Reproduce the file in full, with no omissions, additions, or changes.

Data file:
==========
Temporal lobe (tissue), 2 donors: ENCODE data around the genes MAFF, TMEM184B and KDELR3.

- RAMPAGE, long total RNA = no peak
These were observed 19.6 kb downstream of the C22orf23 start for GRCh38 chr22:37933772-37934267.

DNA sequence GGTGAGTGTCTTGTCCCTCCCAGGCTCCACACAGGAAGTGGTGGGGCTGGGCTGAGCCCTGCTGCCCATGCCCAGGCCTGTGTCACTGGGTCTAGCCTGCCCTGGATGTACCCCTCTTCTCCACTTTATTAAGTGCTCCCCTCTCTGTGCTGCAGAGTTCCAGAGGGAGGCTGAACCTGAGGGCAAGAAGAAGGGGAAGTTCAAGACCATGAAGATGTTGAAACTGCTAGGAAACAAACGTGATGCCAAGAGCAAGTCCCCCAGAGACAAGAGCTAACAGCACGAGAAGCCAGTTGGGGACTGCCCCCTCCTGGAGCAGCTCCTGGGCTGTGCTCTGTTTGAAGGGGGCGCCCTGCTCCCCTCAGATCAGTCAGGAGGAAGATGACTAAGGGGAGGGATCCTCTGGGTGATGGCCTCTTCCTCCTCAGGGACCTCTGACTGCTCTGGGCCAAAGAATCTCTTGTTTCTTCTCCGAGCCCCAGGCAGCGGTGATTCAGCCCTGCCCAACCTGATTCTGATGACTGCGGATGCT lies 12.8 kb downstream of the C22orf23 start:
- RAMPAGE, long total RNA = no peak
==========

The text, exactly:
Temporal lobe (tissue), 2 donors: ENCODE data around the genes MAFF, TMEM184B and KDELR3.

- RAMPAGE, long total RNA = no peak
These were observed 19.6 kb downstream of the C22orf23 start for GRCh38 chr22:37933772-37934267.

DNA sequence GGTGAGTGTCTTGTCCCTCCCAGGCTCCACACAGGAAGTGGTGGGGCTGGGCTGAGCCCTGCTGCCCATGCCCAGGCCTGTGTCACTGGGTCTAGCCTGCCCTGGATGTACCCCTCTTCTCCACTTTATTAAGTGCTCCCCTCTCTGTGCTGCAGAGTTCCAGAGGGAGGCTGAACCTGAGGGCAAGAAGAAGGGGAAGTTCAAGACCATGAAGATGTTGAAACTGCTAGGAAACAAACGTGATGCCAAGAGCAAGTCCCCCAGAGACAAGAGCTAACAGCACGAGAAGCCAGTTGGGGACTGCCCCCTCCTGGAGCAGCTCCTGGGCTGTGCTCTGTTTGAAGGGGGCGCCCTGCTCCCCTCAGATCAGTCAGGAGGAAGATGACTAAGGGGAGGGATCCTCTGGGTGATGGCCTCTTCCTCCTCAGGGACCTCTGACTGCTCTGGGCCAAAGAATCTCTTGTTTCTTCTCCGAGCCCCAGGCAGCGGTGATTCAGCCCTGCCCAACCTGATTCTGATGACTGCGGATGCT lies 12.8 kb downstream of the C22orf23 start:
- RAMPAGE, long total RNA = no peak